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Pacific Life Open: Ana Ivanovic, March 23, 2008
   

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PACIFIC LIFE OPEN


 

March 23, 2008


 

Ana Ivanovic


INDIAN WELLS, CALIFORNIA

THE MODERATOR: Questions, please.

Q. Congratulations.
ANA IVANOVIC: Thank you.

Q. Very confident victory, and in the final match, as well. You probably can tell us how many winners you hit down the line, but as well what does this win and the championship mean to you and for the future of your game and this season?
ANA IVANOVIC: Yeah, it's great victory for me. We always have tough matches. You know, usually our previous matches we both started nervous and it was always either side the first set.
But today I think we both played good tennis from first point on, so that was -- I was really happy with that. We both kept level. When I managed to break her on 4-All it gave me confidence, and, yeah, went strong from that point on.
Because that game I stepped up a little bit more, and I realized that's what I got to do. I'm happy I managed to do that later.

Q. This is the first time you've come into a big tournament, Tier 1 as the top seed with pressure, and you came through. Can you talk about that process and how it feels?
ANA IVANOVIC: Obviously I was a little bit nervous coming into this tournament because it hasn't happened that many times. It's such a strong field and still I'm No. 1 seeded. Obviously more pressure comes into the play.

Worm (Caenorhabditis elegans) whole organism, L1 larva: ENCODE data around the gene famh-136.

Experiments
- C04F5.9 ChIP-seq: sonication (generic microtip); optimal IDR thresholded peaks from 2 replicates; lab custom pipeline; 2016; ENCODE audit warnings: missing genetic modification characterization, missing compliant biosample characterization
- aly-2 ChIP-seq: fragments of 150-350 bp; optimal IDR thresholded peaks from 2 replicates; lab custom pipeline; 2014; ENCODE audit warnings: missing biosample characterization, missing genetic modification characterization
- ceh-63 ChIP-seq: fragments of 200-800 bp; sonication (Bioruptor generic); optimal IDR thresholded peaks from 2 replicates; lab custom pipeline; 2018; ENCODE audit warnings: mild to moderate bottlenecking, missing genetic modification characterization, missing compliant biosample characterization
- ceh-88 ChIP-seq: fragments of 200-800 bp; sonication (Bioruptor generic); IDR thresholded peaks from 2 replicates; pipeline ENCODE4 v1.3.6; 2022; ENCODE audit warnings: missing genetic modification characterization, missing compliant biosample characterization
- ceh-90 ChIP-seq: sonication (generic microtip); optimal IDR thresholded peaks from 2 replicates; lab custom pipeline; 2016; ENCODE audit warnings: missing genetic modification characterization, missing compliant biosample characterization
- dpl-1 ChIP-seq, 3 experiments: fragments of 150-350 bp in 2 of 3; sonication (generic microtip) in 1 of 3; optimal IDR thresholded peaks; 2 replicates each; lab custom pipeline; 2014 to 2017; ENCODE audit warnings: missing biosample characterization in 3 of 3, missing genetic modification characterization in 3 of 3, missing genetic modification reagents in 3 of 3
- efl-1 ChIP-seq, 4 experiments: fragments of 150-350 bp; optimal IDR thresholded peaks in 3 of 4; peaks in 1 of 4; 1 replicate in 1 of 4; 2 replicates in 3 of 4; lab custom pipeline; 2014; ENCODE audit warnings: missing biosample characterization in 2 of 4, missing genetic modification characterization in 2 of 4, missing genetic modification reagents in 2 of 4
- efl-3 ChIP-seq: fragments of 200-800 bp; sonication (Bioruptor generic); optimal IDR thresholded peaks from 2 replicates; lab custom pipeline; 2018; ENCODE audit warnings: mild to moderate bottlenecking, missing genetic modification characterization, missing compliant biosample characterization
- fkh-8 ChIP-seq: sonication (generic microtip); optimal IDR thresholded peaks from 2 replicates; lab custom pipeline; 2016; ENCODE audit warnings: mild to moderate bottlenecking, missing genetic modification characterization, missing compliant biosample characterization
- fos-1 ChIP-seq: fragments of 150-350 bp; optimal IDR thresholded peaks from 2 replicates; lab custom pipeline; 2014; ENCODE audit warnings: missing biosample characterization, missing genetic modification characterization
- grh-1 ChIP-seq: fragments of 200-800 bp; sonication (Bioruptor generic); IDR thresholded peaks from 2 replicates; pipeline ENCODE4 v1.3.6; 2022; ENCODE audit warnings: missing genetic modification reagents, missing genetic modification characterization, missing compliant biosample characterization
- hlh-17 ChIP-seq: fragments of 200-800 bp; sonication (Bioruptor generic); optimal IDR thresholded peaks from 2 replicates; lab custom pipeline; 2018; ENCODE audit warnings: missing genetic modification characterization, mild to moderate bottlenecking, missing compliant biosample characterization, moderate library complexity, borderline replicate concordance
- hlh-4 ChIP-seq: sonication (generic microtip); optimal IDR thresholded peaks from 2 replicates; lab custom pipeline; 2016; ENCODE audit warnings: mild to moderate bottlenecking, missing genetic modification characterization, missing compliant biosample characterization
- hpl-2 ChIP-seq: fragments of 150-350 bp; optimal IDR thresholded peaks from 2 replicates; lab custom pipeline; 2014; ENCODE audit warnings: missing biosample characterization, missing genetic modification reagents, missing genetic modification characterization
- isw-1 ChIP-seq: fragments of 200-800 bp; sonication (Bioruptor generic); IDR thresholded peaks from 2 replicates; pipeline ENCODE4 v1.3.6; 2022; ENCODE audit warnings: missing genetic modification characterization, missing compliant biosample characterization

The first few matches I was more nervous, but then I just started to focus on each match and not even think about who I play against, just to do what I have been doing in practice. I've been practicing really well and working hard on my fitness. That's something I tried to focus on when I was on the court.
So thinking technically what I got to do and as the tournament was going on and on, I played better. So I was really happy about that.

Q. What parts of your game were you most happy with today? Could you describe them?
ANA IVANOVIC: I was most happy about my aggressiveness, so I was staying low and following the shots and taking my opportunities, knowing when she would hit the short ball, I would try to attack and take away time from her.
I was serving really well. I had quite a few aces, and that was important.

Q. You always mention how Monica Seles was your idol and you watched her as a young kid. It seems that the biggest similarity between you and her is that mental toughness that you have. Like in the eighth game of the first set you had those unforced errors and you then you came back roaring with like three points. Do you think about that at all, or that toughness comes naturally to you.